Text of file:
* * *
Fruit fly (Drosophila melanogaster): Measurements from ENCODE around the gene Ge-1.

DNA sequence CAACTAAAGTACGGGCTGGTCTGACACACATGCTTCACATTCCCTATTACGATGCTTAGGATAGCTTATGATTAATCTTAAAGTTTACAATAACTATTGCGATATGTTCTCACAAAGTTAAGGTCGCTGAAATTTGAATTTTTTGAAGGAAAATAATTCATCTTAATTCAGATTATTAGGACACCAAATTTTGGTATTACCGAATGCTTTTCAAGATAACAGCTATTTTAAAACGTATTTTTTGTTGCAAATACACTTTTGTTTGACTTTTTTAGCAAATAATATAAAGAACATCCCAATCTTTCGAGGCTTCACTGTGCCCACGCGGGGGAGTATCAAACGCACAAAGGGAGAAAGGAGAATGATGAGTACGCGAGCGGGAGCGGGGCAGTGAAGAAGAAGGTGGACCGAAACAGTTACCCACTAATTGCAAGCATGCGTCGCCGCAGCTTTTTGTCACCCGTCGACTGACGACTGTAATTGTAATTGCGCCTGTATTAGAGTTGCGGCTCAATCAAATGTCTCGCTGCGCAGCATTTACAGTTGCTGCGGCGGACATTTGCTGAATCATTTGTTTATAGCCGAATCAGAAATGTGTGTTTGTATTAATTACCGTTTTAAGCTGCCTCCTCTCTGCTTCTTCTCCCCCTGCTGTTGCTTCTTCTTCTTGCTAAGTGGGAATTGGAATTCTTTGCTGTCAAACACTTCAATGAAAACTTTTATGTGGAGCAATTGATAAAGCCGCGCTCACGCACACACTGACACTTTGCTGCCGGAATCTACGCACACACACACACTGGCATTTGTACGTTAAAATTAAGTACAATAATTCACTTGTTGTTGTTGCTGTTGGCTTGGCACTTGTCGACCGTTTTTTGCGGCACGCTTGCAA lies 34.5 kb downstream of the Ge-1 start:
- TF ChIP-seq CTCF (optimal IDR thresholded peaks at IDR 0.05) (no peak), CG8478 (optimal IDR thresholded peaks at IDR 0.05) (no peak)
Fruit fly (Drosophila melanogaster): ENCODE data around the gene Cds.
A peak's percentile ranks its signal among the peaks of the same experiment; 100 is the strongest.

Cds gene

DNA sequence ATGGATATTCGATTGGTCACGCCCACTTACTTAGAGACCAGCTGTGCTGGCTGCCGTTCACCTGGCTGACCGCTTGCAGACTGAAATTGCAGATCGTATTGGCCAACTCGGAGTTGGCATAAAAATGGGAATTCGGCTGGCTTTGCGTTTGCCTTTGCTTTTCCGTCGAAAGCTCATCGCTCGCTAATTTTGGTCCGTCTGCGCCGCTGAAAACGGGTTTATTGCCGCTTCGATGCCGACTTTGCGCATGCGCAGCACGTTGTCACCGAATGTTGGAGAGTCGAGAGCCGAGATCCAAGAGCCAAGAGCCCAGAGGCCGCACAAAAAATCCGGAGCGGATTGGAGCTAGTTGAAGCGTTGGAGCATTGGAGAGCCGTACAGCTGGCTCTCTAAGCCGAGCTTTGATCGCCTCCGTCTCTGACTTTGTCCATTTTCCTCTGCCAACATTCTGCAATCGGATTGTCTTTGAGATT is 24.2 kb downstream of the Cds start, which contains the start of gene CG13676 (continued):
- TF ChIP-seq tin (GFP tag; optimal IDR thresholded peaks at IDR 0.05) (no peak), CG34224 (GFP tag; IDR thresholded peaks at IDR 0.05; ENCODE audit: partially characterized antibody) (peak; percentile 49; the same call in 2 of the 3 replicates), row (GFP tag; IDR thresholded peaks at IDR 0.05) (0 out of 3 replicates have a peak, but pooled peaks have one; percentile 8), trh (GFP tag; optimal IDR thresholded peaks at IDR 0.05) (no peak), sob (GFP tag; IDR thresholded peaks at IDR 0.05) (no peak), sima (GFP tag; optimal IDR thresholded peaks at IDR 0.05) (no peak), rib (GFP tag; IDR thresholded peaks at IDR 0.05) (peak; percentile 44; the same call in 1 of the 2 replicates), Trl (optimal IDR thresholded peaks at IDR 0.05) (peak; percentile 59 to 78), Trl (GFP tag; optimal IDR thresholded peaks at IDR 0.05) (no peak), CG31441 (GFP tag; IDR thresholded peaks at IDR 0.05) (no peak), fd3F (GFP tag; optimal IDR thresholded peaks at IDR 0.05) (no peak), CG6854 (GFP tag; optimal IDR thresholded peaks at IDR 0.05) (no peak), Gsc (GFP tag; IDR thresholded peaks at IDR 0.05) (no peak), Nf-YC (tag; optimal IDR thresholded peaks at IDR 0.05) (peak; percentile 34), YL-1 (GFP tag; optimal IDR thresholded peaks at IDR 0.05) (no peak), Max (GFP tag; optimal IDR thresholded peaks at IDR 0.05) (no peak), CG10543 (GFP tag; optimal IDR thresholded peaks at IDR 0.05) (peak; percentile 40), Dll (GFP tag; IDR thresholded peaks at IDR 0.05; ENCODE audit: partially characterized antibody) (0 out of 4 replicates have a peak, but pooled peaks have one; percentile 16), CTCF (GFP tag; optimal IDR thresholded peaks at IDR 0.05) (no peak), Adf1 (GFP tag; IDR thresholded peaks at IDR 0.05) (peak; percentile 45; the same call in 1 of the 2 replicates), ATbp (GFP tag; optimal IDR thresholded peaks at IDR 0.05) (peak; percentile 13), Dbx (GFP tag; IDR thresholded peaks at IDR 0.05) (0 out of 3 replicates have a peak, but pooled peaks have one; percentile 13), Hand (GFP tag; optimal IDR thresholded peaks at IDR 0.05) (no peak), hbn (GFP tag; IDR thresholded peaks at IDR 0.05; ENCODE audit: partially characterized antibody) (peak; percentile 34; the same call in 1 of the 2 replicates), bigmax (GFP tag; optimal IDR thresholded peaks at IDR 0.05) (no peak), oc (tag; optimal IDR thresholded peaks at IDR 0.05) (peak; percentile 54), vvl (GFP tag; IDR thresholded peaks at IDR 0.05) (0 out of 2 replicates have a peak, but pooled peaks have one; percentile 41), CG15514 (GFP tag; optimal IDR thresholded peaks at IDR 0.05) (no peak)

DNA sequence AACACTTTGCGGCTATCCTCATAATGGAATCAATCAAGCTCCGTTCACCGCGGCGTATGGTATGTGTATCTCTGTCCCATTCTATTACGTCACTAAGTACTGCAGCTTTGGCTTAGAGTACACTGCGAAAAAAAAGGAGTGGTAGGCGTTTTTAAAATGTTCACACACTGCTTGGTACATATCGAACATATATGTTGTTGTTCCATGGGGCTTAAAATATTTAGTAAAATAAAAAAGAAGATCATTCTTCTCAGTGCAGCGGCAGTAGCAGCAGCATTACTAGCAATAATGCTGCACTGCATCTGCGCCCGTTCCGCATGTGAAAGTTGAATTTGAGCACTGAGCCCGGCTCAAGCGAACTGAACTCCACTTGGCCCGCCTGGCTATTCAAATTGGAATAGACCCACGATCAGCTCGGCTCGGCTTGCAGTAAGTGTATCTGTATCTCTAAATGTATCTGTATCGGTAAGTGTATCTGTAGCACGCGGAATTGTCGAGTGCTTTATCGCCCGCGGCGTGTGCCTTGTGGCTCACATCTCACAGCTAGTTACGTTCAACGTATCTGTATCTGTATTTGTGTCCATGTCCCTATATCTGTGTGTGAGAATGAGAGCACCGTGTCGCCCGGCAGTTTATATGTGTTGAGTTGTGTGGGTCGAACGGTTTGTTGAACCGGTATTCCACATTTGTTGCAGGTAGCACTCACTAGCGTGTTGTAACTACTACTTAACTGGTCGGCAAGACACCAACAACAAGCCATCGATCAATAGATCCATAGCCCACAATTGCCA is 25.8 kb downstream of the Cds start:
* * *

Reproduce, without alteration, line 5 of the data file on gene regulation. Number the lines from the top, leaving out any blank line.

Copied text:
A peak's percentile ranks its signal among the peaks of the same experiment; 100 is the strongest.